I’m not sure when it happened but some time during my first few years as a mum I was somehow brainwashed into thinking that being a full time mum was the best choice for my children. It was all up to me.
I’d given up my career after my firstborn was diagnosed with food allergies but by the time I had my second child, he was in a great preschool and happy. Instead of allowing his little brother to join him in preschool I decided I’d keep him home with me, as I had done with Philip. I’d done it all myself for the first four years of his life and I planned to give Giovanni the exact same gift of full time care from his mum.
I felt like it was the right thing to do.
I knew a lot of mums who placed their children into care as soon as possible and would spend those days exercising, getting their hair done, running errands and just relaxing. I wasn’t going to do that. I was going to keep my boy with me at all times.
It was hard.
Unlike Philip, my eldest, who used to hold my had without complaint and walk compliantly by my side, Giovanni tended to just run off, oblivious to my terror as I raced after him. He was big for his age and difficult to wrestle into the pram. But, I'd made the decision to be a full time mum and was determined to do it regardless of the difficulty.
I fell pregnant again by accident and still stubbornly refused to put Giovanni into care. He wasn't even two. I wanted him with me always.
The day my world fell apart was in the lead up to Christmas. We were in a children's clothing store. I sat my boys down in front of the TV set up in the store and they settled in to watch the show that was playing while I walked two steps to the counter to pay, my newborn daughter asleep in her pram next to me.
I paid for my purchase and glanced back at the boys. Philip was sitting quietly watching the TV but Giovanni was gone.
WATCH this social experiment where a lost little girl asks strangers for help to find her mum. Very disturbing. Post continues after video...
I started rushing around the store calling for him, explaining to startled staff that my little boy had wandered off.
"Philip, where's Giovanni," I asked him desperately. He shrugged his shoulders. He was five and hadn't noticed Giovanni taking off. I told him to stand next to the pram and NOT to move.
I was aware of staff calling security as I rushed out of the store, frantically searching the shopping centre for my son who had vanished. I was screaming his name at the top of my lungs, the world seeming to be in slow motion at the same time as my brain moved at warp speed from breaking the news to my husband that I'd lost our son to the news stories that would play about the tragedy that was unfolding.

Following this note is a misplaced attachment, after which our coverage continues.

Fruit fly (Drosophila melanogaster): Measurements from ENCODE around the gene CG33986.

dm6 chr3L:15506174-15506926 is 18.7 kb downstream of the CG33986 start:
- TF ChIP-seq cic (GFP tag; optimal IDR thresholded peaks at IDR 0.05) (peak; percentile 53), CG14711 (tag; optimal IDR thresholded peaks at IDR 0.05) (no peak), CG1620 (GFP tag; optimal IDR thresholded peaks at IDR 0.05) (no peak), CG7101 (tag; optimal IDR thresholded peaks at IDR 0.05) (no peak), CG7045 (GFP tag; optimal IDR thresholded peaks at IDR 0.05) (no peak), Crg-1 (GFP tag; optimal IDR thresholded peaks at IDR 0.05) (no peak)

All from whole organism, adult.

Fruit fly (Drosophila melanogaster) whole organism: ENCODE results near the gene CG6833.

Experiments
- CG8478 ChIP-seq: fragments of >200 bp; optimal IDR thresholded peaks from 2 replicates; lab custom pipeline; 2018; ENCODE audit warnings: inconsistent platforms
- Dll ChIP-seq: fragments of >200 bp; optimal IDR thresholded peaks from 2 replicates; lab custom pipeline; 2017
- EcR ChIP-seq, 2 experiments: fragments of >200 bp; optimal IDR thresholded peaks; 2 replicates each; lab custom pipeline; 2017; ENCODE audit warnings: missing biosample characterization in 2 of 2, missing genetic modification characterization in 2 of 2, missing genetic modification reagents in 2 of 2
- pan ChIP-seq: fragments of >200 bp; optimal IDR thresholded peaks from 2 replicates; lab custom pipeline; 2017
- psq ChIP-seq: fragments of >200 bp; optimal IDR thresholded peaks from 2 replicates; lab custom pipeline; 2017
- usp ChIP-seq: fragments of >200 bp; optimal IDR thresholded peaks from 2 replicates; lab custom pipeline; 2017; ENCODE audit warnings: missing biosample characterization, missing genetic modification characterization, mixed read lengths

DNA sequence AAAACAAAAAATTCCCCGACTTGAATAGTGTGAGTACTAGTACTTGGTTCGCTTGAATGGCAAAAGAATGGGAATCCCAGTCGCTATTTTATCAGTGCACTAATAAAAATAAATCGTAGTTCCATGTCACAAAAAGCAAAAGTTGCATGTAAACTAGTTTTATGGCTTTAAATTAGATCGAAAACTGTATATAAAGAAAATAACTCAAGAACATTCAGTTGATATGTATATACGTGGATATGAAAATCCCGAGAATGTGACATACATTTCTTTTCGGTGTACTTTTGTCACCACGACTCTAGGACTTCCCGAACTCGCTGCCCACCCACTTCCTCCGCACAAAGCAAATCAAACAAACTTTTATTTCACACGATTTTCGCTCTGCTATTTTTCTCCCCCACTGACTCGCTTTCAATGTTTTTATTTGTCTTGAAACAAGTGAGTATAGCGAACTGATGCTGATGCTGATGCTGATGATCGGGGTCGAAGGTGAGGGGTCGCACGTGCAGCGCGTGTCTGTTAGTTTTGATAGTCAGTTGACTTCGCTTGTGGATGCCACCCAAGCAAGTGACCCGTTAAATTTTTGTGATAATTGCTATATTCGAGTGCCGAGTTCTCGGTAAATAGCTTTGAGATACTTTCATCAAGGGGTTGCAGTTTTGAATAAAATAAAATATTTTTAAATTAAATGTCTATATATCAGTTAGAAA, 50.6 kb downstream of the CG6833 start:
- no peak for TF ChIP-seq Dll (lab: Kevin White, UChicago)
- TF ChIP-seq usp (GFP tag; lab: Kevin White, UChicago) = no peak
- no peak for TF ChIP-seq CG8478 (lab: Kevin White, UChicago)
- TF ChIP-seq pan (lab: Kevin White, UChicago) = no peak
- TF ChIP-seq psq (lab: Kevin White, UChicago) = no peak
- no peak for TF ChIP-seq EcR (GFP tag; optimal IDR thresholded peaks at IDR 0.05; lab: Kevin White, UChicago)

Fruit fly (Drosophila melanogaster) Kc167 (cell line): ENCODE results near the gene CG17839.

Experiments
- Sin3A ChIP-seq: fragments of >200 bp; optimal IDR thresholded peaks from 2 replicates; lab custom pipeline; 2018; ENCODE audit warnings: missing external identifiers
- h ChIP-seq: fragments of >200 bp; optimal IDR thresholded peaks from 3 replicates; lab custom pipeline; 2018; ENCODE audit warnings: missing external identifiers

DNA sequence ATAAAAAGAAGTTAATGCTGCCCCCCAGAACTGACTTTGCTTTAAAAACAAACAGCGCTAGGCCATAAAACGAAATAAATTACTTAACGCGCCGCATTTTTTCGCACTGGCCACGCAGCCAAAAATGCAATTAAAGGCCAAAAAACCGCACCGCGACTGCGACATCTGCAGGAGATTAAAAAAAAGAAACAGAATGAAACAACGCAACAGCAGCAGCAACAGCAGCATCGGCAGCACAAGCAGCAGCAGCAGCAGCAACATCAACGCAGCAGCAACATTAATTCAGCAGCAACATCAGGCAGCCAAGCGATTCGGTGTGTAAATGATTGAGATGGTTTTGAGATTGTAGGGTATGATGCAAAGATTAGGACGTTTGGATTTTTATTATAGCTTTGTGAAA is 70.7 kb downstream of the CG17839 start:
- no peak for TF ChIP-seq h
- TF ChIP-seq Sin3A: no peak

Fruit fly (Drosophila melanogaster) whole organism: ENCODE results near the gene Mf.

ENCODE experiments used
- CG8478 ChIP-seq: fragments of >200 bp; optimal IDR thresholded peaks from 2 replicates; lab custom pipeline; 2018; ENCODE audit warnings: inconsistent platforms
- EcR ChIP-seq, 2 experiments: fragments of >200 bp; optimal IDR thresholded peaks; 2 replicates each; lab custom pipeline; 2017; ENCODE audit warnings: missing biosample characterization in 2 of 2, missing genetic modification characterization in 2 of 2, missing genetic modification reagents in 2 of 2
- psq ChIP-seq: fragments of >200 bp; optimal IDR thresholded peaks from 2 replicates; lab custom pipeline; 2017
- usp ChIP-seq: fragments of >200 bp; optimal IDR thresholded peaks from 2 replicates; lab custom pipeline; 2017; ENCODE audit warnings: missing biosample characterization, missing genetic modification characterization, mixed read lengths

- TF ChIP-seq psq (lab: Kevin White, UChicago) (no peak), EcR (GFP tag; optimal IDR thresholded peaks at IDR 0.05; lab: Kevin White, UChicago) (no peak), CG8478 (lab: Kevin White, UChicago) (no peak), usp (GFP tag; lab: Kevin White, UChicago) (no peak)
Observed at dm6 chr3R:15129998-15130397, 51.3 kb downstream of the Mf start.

By the time security approached me I was hysterical. When they asked me what he was wearing I almost fainted. I couldn't remember. And why did they want to know? To identify is body? To track his movements as he was abducted from the shopping centre?
I tearfully told them I couldn't remember what he was wearing before running away from them to check that he wasn't standing at the lift with someone who had stolen him.
The sound of rushing wind filled my head.
Through the fog I heard someone calling out. I couldn't make out exactly what they were saying but eventually managed to focus enough to hear the words, "He's here, he's here."
I turned and saw a mobile phone stand in the middle of the shopping centre. They were waving me over and pointing under their desk where my son was sitting, smiling.
There was crying and hugs and thanks and the collection of my other children and then a slightly embarrassed departure from the shops.
I drove straight to the preschool and booked him in.
Why did I think I had to do it all myself? Why was I always so quick to tell everyone who offered to help me that I didn't need help? Why hadn't I booked him into preschool even one day a week so I could get things done, particularly after my daughter was born?
Why was I so completely stubborn and determined to handle my children on my own?
Giovanni has never been easy and looking back, there were many times when I almost lost him.
The terror of that day will never leave me and has coloured all my subsequent decisions when it comes to the safety and care of my children. Raising them well is a collaborative effort and while I do shoulder majority of the responsibility, I'm also happy to share the load with those who are qualified to do so.
Have you ever lost your child for a few, terrifying minutes?